• Peacekeeping and Critical Theory.

      Pugh, Michael C. (Routledge, 2004)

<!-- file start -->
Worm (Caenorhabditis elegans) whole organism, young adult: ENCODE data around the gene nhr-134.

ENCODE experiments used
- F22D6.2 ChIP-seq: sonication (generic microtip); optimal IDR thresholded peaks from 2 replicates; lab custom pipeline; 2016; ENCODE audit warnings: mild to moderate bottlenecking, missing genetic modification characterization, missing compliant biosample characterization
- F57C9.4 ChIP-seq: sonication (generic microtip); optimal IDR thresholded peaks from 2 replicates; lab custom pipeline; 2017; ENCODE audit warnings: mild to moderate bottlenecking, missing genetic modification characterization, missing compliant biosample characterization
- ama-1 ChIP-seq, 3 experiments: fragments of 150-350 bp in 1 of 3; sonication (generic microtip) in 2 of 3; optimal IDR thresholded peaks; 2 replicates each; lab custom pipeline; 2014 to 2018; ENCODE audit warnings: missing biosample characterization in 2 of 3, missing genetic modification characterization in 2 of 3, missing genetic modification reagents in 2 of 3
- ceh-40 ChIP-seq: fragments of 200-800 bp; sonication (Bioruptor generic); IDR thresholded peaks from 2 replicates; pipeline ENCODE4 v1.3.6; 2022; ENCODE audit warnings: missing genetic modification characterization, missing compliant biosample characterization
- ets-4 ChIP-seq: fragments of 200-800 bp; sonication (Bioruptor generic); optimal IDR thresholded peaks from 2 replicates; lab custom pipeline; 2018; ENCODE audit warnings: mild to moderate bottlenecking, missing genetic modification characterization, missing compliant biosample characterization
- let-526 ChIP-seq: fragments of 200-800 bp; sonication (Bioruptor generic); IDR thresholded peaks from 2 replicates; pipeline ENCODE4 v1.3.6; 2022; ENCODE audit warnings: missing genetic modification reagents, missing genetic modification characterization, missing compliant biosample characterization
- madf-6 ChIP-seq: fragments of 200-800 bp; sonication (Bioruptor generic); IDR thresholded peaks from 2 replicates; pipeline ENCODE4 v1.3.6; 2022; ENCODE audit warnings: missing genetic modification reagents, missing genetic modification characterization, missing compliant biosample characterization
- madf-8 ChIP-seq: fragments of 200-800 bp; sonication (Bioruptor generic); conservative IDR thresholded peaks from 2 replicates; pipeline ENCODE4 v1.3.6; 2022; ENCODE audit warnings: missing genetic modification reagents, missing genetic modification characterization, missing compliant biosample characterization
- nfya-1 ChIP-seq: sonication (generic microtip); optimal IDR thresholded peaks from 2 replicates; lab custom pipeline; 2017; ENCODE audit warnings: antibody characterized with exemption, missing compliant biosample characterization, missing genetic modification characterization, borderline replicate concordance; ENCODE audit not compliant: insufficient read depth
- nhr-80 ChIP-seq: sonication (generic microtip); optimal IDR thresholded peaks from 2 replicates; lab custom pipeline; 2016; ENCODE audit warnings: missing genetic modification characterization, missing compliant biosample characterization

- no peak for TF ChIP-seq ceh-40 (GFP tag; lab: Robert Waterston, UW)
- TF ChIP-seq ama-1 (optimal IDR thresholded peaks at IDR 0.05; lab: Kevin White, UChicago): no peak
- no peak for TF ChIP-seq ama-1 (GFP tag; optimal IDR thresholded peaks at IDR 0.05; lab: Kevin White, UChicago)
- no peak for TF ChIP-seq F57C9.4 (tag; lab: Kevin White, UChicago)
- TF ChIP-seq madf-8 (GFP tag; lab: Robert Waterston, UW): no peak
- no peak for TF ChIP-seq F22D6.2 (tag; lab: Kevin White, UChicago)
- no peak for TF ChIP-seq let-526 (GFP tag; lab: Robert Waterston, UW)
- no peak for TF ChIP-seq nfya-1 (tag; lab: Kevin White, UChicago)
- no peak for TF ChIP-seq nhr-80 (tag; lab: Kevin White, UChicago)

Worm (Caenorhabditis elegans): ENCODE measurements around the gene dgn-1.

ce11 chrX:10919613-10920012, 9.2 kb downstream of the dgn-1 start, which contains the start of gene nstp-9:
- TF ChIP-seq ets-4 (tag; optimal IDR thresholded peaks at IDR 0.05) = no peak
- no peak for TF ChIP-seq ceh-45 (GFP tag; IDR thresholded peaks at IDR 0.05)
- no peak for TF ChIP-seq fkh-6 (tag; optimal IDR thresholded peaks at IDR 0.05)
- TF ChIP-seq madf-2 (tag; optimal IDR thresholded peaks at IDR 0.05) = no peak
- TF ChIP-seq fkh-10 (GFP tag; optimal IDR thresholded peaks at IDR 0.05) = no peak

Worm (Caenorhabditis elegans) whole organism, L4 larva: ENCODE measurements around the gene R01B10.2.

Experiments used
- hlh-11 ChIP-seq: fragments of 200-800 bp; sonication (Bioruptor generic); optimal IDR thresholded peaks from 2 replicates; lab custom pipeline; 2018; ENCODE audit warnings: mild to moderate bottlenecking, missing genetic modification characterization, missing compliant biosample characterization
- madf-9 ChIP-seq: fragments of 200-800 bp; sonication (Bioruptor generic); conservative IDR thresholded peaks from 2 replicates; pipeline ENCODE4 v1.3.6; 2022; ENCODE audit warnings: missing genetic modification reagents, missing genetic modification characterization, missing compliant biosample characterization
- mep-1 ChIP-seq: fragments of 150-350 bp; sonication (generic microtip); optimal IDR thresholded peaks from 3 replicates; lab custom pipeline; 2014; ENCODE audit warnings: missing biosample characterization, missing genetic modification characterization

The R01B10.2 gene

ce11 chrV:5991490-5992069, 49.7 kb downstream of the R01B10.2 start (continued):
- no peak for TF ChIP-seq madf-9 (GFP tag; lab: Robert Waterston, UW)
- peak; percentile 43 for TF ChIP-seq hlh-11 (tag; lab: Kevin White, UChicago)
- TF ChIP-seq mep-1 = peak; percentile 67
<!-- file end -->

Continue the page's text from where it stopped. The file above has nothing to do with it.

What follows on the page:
A deconstruction of the role of peace support operations suggests that they sustain a particular order of world politics that privileges the rich and powerful states in their efforts to control or isolate unruly parts of the world. As a management device it has grown in significance as the strategic imperatives of the post-industrialized, capitalist world have neutered the universal pretensions of the United Nations. Drawing on the work of Robert Cox and Mark Duffield, this essay adopts a critical theory perspective to argue that peace support operations serve a narrow, problem-solving purpose - to doctor the dysfunctions of the global political economy within a framework of liberal imperialism. Two dynamics in world politics might be exploited to mobilize a counter-hegemonic transformation in global governance. First, a radical change in the global trade system and its problematic institutions will create opportunities to emancipate the weak from economic hegemony. Second, future network wars are likely to require increasingly subtle and flexible teams, similar to disaster relief experts, to supply preventive action, economic aid and civilian protection. This might only be achieved by releasing peace support operations from the state-centric control system, and making them answerable to more transparent, more democratic and accountable multinational institutions.